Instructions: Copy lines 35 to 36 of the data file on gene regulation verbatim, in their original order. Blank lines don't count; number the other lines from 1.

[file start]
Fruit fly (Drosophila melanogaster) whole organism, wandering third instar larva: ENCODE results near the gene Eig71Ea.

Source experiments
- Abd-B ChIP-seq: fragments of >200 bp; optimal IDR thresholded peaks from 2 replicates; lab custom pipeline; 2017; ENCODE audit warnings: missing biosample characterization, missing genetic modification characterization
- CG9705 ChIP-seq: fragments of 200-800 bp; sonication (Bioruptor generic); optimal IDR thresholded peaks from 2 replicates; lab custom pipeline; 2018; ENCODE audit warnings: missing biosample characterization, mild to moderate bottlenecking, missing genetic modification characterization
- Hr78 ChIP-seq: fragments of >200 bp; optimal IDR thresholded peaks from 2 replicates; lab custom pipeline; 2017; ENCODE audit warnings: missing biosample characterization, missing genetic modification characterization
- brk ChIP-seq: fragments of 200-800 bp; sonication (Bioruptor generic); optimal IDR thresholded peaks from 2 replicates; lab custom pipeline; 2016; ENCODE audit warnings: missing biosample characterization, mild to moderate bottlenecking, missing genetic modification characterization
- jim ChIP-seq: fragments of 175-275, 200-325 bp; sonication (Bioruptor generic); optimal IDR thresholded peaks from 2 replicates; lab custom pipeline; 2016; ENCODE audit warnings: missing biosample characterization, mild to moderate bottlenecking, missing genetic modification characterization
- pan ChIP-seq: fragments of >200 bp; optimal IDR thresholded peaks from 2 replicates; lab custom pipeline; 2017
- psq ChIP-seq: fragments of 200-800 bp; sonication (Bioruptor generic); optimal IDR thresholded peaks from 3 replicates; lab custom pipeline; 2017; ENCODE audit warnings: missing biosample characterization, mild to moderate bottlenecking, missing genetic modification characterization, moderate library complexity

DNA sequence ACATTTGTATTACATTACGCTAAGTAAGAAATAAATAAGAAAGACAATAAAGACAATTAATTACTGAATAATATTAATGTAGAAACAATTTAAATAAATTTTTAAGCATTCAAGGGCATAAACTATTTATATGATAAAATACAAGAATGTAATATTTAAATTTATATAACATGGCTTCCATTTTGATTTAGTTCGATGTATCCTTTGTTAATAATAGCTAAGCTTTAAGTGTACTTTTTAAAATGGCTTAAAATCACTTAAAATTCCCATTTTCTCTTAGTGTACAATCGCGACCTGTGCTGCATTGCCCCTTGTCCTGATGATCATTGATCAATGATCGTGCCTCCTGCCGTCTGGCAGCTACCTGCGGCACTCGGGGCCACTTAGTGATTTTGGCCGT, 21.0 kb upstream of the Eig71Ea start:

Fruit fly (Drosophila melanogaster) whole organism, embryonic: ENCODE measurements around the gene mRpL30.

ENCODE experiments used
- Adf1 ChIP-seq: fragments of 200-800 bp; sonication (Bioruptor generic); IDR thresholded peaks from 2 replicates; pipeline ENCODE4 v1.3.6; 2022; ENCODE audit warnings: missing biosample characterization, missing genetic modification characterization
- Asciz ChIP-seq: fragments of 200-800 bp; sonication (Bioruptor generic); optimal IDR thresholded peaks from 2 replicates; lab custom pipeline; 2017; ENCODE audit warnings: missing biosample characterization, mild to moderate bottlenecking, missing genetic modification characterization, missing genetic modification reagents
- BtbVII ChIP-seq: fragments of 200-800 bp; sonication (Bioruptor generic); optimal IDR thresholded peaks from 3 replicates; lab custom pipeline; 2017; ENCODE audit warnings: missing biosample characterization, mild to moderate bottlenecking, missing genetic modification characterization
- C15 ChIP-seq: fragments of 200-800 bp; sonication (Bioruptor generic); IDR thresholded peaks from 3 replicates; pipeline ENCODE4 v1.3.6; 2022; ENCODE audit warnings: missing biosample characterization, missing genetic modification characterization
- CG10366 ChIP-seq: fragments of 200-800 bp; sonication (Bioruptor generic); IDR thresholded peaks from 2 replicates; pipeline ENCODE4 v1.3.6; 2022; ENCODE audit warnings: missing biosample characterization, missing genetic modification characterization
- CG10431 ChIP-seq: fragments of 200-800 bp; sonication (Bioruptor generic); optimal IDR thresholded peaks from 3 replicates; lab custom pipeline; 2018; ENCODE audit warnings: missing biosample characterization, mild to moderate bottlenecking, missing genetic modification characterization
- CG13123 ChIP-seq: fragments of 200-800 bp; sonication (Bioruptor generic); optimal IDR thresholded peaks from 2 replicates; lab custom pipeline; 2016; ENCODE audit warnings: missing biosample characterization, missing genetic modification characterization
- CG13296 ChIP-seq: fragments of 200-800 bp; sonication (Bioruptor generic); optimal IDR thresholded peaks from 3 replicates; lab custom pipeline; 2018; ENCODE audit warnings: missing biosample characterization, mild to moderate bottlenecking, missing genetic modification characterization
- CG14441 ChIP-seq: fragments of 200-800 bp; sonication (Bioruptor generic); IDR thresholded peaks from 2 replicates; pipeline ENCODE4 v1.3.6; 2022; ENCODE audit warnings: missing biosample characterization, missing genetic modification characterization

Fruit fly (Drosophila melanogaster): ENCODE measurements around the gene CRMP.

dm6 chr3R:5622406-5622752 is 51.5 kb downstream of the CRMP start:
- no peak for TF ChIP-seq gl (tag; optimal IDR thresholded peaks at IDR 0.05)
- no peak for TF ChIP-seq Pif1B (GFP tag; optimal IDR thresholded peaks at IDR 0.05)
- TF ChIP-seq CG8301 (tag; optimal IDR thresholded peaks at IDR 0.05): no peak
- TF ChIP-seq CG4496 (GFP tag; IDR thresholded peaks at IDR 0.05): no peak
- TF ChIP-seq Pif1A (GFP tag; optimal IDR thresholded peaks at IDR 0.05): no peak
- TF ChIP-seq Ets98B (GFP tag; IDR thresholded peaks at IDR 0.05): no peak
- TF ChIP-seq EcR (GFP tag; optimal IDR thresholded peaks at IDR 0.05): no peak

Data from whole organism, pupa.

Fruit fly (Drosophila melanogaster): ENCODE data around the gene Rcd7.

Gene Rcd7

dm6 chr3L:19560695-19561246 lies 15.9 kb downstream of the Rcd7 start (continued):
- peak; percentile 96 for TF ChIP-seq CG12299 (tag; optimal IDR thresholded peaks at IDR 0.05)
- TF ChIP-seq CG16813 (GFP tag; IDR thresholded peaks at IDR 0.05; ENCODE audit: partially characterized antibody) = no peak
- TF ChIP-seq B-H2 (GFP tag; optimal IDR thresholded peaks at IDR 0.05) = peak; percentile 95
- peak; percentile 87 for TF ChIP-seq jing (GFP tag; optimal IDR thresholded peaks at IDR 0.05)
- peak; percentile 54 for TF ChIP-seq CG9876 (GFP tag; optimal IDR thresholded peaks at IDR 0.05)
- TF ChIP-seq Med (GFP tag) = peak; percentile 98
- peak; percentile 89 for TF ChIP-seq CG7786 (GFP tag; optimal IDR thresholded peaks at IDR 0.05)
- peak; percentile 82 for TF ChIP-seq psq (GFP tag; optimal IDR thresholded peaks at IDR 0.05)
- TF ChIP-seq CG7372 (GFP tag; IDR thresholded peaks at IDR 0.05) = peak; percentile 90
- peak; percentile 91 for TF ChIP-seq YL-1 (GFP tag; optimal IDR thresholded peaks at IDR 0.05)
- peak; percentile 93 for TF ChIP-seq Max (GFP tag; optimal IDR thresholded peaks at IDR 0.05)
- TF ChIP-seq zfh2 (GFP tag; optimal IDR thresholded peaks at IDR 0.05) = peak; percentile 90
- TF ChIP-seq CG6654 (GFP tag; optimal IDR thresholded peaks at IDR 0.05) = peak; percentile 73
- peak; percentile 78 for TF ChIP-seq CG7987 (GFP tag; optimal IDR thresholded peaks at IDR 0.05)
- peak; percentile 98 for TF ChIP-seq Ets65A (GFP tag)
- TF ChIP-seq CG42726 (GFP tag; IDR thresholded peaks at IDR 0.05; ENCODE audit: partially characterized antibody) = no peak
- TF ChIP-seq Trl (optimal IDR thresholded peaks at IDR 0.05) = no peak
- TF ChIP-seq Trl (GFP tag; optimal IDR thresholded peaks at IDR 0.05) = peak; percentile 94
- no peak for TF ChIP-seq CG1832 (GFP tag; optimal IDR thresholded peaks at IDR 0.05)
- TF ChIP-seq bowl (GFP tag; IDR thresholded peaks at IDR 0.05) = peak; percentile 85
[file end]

- peak; percentile 96 for TF ChIP-seq CG12299 (tag; optimal IDR thresholded peaks at IDR 0.05)
- TF ChIP-seq CG16813 (GFP tag; IDR thresholded peaks at IDR 0.05; ENCODE audit: partially characterized antibody) = no peak